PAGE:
Ahh, it’s the Friday before Christmas and I am sure you all are shopping rather than thinking about legal issues OR if you are a small business owner, you are manning your shop to get those extra sales in.
Well, if you have time, this is still an interesting topic for you all. When the dust settles and the after Christmas sales settle, a month or two for now when payments are due for your new tv or that enthusiastic customer is trying to ask for more time try to remember this post!


Today is all about when you extend credit and that person kind of disappears. How do you get your money? Generally, for most businesses they have a debt collection agency handle this type of situation. Here are some signs to look for when you think it might be time to contact a collection agency:

  • No response from the customer via e-mail/phone;
  • Debtor did not meet payment terms and has made no excuse or reason;
  • Debtor is making unfound complaints to avoid payment or is in denial;
  • Debtor keeps changing their information (workplace/home address) and is consistently late with payment;
  • And similar to the prior one, debtor disappears, but does not notify you.

Fair Debt Collection Practices Act

Now, those are situations for you to call a third-party collection agency, but say you want to handle your own debt collection? Well, you have to watch out for the Fair Debt Collection Practices Act (FDCPA), and any other relevant state laws that regulate debt collection practices. Now, FDCPA is meant for collection agencies; the majority of rules and regulations apply to them. However, there are several rules as a small business owner-creditor that you need to be aware of if you are going to collect on your customer’s debt:

  • Contact: mail, in-person, or telephone AND unless in writing you may not contact them at inconvenient places or times (i.e. after midnight);
  • Workplace: if employer forbids employees from being collected, you don’t contact them there, a debtor can specify what times/places are inconvenient;
  • Representation: if the debtor has a lawyer for this matter, you speak only to the lawyer;
  • Leave Me Alone: if the debtor writes to the collector that they wish to be left alone, the collector can confirm they will no longer contact them and that some legal action may or will be taken;
  • Leave Me Alone pt. 2: if debtor states within 30 days they are disputing the debt they must leave them alone, unless collector provides proof;
  • Who/What/When/Where/How: must send written notice within 5 days of first contact – stating the following: (1) name of creditor; (2) what is owed; (3) debtor has 30 days to challenge if the debt is genuine; (4) how the debtor must proceed to clear the debt if they do not believe they owe it; and (5) the name and address of the original creditor if the creditor has changed;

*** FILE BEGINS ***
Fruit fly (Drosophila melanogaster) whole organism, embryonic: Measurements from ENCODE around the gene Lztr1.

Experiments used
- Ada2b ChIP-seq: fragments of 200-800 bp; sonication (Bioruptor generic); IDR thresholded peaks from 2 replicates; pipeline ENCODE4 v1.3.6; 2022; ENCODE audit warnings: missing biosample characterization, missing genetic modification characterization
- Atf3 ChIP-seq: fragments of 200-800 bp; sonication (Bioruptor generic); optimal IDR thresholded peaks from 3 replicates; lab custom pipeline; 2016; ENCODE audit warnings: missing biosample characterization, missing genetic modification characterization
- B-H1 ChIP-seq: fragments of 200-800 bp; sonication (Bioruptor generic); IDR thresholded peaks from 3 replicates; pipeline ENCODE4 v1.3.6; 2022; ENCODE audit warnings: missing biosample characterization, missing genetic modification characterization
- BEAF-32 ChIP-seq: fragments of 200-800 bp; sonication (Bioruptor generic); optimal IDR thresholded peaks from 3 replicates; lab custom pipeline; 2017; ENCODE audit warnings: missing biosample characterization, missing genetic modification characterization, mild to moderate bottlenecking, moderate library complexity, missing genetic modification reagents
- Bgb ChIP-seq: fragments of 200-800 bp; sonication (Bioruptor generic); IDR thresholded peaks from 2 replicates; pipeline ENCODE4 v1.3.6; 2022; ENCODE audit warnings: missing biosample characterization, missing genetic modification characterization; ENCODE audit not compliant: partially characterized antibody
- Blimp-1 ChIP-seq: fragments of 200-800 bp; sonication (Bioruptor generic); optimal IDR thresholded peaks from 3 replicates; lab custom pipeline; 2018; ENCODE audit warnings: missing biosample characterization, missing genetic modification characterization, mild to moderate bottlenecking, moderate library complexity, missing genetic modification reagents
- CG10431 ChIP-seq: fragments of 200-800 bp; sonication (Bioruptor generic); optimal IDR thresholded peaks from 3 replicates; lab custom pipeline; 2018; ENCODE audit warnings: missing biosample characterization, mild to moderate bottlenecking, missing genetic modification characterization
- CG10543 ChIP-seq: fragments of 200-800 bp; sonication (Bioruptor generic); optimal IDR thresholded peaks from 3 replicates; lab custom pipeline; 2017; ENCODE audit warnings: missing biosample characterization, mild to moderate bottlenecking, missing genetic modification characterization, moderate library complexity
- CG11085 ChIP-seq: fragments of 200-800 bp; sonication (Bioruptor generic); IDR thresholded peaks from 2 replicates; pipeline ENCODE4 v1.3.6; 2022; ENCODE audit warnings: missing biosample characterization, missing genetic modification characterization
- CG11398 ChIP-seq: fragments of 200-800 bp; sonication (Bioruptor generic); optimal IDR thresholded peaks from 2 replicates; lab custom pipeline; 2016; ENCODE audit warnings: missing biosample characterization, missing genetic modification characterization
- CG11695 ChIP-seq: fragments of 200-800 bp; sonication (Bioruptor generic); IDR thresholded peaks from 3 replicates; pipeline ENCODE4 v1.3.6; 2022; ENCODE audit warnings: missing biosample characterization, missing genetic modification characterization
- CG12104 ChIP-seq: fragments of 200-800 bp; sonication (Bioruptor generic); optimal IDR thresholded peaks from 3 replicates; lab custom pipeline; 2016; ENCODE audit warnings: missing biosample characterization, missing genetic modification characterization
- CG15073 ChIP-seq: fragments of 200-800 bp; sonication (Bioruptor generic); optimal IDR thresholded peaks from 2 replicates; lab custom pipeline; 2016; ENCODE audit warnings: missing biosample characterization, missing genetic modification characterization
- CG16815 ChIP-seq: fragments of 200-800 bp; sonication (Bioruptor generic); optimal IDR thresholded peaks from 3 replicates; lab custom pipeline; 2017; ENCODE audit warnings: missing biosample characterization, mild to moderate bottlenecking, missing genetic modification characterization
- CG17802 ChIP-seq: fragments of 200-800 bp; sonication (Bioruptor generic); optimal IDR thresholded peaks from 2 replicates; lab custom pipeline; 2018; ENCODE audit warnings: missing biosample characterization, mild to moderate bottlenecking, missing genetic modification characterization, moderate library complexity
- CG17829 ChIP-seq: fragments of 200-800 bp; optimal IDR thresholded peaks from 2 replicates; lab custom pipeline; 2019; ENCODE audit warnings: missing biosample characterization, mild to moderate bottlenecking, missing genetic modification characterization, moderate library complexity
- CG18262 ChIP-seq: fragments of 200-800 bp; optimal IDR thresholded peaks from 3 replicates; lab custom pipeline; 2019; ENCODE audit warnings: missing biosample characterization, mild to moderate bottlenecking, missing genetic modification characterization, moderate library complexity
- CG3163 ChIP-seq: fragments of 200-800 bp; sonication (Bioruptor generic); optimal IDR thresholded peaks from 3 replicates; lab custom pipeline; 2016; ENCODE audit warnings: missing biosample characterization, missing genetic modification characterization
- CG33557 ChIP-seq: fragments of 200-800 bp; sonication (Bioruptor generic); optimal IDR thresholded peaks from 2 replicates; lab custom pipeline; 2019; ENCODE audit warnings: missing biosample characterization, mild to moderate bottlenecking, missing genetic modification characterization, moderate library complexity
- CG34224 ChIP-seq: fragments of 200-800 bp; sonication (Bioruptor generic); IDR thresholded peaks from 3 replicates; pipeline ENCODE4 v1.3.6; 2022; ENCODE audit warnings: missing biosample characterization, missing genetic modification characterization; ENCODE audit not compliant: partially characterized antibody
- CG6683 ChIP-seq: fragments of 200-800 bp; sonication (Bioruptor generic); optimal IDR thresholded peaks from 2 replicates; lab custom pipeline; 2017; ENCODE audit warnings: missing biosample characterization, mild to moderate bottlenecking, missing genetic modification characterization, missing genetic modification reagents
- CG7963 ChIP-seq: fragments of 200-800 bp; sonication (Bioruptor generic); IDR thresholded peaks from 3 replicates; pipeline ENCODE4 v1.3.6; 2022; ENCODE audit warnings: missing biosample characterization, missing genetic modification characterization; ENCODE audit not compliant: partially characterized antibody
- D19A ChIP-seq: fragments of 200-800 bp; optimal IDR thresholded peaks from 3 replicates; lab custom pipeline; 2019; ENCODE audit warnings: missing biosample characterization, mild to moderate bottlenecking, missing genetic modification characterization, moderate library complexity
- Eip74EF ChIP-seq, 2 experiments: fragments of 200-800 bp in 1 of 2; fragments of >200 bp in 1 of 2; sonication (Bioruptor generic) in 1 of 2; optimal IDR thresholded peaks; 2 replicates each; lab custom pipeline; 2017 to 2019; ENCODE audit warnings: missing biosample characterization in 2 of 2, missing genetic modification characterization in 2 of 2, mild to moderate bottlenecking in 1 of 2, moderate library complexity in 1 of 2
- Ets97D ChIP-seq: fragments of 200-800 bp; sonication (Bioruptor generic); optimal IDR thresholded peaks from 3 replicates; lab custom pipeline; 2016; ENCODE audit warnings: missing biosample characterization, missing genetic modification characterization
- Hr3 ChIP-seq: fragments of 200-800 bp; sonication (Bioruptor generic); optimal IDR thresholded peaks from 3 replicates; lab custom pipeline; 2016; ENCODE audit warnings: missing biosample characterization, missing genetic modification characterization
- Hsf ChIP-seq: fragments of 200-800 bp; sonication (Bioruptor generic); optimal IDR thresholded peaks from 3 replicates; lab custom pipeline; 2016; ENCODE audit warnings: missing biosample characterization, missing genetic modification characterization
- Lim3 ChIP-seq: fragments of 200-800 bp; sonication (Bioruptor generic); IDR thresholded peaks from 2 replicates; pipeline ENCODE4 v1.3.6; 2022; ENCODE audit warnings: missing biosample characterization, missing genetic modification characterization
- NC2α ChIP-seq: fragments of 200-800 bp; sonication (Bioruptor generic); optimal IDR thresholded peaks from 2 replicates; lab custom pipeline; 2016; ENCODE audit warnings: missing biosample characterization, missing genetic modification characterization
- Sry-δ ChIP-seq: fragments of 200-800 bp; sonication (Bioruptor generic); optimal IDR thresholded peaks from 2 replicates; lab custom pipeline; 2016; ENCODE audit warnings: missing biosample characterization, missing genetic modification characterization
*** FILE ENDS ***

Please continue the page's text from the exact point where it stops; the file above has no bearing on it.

• Locating: a debt collector may contact ANYONE to locate the debtor BUT cannot speak to the more than once, nor mention the debt;
  • Mean-Spirited: No, harassing, oppressing, or abusing anyone OR specifically, no doing or mentioning violence, defamatory or profane language use, no irritating or annoying behavior, no making them pay for contacting them, no lying or cheating. Basically, don’t be an a**.

As you can see a long laundry list of things that you cannot do in pursuit of money owed to you, which is generally why most businesses prefer to use collection agencies.  Despite the headaches associated with granting credit, remember that most people will pay and that you have expanded your customer base. The goal is to manage acceptable levels of loss versus that of growth of sales.

Anyway, I hope you have a Happy Holidays and see you in the New Year for Draw the Law. Draw the Law will be going under some changes next year, and actually I will be accepting questions for Draw the Law from you startup and small business owners that have questions. So start thinking (after the presents are open) and consider giving me the gift of your questions!

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*Disclaimer:  This post discusses general legal issues, but does not constitute legal advice in any respect.  No reader should act or refrain from acting based on information contained herein without seeking the advice of counsel in the relevant jurisdiction.  Ryan K. Hew, Attorney At Law, LLLC expressly disclaims all liability in respect to any actions taken or not taken based on the contents of this post.